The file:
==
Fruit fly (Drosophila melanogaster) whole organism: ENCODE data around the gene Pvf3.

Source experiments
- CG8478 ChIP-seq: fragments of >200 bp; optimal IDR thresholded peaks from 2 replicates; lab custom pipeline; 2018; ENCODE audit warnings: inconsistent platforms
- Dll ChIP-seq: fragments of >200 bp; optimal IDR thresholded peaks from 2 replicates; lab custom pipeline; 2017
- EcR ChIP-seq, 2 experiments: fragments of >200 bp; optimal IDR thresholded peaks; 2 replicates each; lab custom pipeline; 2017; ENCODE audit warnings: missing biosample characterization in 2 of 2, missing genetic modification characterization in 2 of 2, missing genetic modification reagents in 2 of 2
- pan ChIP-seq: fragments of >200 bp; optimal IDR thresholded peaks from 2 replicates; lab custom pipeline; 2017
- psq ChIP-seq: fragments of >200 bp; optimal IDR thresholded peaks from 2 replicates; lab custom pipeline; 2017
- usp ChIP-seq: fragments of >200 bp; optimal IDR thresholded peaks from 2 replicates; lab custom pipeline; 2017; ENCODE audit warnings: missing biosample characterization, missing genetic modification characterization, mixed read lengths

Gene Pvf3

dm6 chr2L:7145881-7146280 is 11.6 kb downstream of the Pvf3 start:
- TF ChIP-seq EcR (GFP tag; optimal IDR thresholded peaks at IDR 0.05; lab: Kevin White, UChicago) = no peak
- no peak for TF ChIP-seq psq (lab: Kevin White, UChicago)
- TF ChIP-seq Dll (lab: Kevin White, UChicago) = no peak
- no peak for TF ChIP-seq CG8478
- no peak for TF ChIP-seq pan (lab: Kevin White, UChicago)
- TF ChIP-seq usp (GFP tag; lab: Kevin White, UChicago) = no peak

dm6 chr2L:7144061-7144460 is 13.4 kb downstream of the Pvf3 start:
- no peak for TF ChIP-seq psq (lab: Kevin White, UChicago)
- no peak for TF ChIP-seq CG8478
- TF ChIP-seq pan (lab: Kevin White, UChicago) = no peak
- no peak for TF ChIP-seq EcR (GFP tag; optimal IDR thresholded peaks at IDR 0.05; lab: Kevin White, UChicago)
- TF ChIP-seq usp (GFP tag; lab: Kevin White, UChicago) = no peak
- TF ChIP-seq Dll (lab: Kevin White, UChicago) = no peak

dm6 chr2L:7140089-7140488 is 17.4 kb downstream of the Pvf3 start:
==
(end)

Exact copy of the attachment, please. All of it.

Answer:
Fruit fly (Drosophila melanogaster) whole organism: ENCODE data around the gene Pvf3.

Source experiments
- CG8478 ChIP-seq: fragments of >200 bp; optimal IDR thresholded peaks from 2 replicates; lab custom pipeline; 2018; ENCODE audit warnings: inconsistent platforms
- Dll ChIP-seq: fragments of >200 bp; optimal IDR thresholded peaks from 2 replicates; lab custom pipeline; 2017
- EcR ChIP-seq, 2 experiments: fragments of >200 bp; optimal IDR thresholded peaks; 2 replicates each; lab custom pipeline; 2017; ENCODE audit warnings: missing biosample characterization in 2 of 2, missing genetic modification characterization in 2 of 2, missing genetic modification reagents in 2 of 2
- pan ChIP-seq: fragments of >200 bp; optimal IDR thresholded peaks from 2 replicates; lab custom pipeline; 2017
- psq ChIP-seq: fragments of >200 bp; optimal IDR thresholded peaks from 2 replicates; lab custom pipeline; 2017
- usp ChIP-seq: fragments of >200 bp; optimal IDR thresholded peaks from 2 replicates; lab custom pipeline; 2017; ENCODE audit warnings: missing biosample characterization, missing genetic modification characterization, mixed read lengths

Gene Pvf3

dm6 chr2L:7145881-7146280 is 11.6 kb downstream of the Pvf3 start:
- TF ChIP-seq EcR (GFP tag; optimal IDR thresholded peaks at IDR 0.05; lab: Kevin White, UChicago) = no peak
- no peak for TF ChIP-seq psq (lab: Kevin White, UChicago)
- TF ChIP-seq Dll (lab: Kevin White, UChicago) = no peak
- no peak for TF ChIP-seq CG8478
- no peak for TF ChIP-seq pan (lab: Kevin White, UChicago)
- TF ChIP-seq usp (GFP tag; lab: Kevin White, UChicago) = no peak

dm6 chr2L:7144061-7144460 is 13.4 kb downstream of the Pvf3 start:
- no peak for TF ChIP-seq psq (lab: Kevin White, UChicago)
- no peak for TF ChIP-seq CG8478
- TF ChIP-seq pan (lab: Kevin White, UChicago) = no peak
- no peak for TF ChIP-seq EcR (GFP tag; optimal IDR thresholded peaks at IDR 0.05; lab: Kevin White, UChicago)
- TF ChIP-seq usp (GFP tag; lab: Kevin White, UChicago) = no peak
- TF ChIP-seq Dll (lab: Kevin White, UChicago) = no peak

dm6 chr2L:7140089-7140488 is 17.4 kb downstream of the Pvf3 start: